Jutta Kleinschmidt tightens grip on third place with Volkswagen Yet another world class performance by Volkswagen works driver Jutta Kleinschmidt: The speedy Germany lady and her Italian co-driver Fabrizia Pons tightened their grip on third...
Jutta Kleinschmidt tightens grip on third place with Volkswagen
Yet another world class performance by Volkswagen works driver Jutta Kleinschmidt: The speedy Germany lady and her Italian co-driver Fabrizia Pons tightened their grip on third place overall during the seventh and, at the same time, the Dakar Rally's most difficult and, at 660 kilometres, longest stage. The female duo reached the finish of the so-called marathon-stage in Mauritania as third best team. No service work is permitted at the end of the desert stage between Zouerat and Tichit -- the Race-Touareg, powered by a 260 PS 2.5-litre five-cylinder diesel TDI engine, was parked in Parc fermé along with all the other vehicles ready to attack the second part of the marathon-stage held over 520 kilometres to Tidjikja on Friday. Team colleague Bruno Saby and co-driver Michel Périn, who started the seventh stage as leaders, fell down the order for, as yet unknown reasons, just as Juha Kankkunen and his co-driver Juha Repo did. Robby Gordon continued the rally on Thursday after a fantastic team effort: The Volkswagen team repaired the US-American's Race-Touareg overnight after he rolled the previous afternoon and had only arrived at the finish around midnight towed by a Volkswagen Race-Truck. Gordon and co-driver Dirk von Zitzewitz were on their way again at 12:40 P.M. -- they started from 115th position and had worked their way up to twelve place already at the first check point on the stage.
Kris Nissen (Volkswagen Motorsport Director)
"On a turbulent and extremely difficult stage Jutta and Fabrizia drove faultlessly and defended their place at the head of the field. My sincere congratulations also go to the team that made Robby Gordon's car driveable again during the night. Even more regrettable is that Bruno, who was leading, also suffered a setback just as Juha did."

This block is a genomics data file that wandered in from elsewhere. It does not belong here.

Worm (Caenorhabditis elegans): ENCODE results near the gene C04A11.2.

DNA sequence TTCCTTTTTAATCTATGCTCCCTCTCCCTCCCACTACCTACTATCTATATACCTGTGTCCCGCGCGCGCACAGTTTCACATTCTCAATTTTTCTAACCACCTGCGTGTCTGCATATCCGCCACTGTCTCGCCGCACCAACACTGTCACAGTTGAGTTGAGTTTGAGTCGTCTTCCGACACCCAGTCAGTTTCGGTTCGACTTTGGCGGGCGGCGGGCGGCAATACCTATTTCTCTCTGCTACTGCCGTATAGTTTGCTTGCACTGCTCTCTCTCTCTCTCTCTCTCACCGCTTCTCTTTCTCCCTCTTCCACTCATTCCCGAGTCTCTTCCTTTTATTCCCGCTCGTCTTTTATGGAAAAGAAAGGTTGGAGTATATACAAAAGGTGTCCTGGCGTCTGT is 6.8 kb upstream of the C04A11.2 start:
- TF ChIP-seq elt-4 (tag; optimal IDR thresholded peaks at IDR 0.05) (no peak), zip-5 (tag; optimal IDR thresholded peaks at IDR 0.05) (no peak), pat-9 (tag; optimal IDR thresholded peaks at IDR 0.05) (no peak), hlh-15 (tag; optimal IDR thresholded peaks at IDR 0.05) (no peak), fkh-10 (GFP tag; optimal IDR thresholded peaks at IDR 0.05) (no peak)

#310 -- Jutta Kleinschmidt (D), 3rd place (leg) / 3rd position overall
"Quite honestly I'm relieved that we survived the day in such good condition. Every aspect of that stage was incredibly tough. The strong headwind and bad visibility in the sand storm demanded every ounce of concentration. The camel grass at the end was an unpleasant obstacle after the very tricky dunes."
From the Volkswagen bivouac
- Night shift: Robby Gordon arrived at the bivouac in Zouerat just before midnight following his accident on stage six. The Volkswagen works driver: "We caught up with a car, and changed to the left lane. Immediately following a small jump there was a second hump-back jump, which we hit on landing and launched us into a series of rolls." The team had a busy night shift. "We changed suspension, clutch and steering", stated Chief Engineer Eduard Weidl. "At six o'clock in the morning everything was ready."
- Alone in the desert: Only isolation awaits the drivers at the marathon bivouac, since only a few solitary houses stand on a gravel wilderness stretching as far as the eye can see. The ground is so hard that the supply aeroplanes can park anywhere on the open ground they choose. In the evening only the drivers and Volkswagen Motorsport Director Kris Nissen are allowed in the bivouac.
- Forgetful driver: Just before the start of the marathon stage Volkswagen works driver Robby Gordon forgot his washing bag. In Tichit, where there are no shops, the American had to borrow a toothbrush and razor from his team colleagues.
Three questions to Volkswagen team doctor Sonja Witten
What does a team doctor do during the Dakar Rally?
"I look after all 62 team staff. Typical jobs include looking after the injured, administering precautions against malaria and medical care after accidents. Cases of diarrhoea and sun stroke are common. I'm stationed in the bivouac so that everybody can find me."
What is the difference to the responsibilities of a general practitioner?
"Here it is more a question of getting the people back on their feet as soon as possible so that they continue, because during the long rally you have no chance to cure an illness."
Did you equip the drivers especially for the marathon-stage?
"No since they are already well looked after. They receive foods high in carbohydrates and have drinks on board. Also, there is a first-aid box with bandages and some medicines."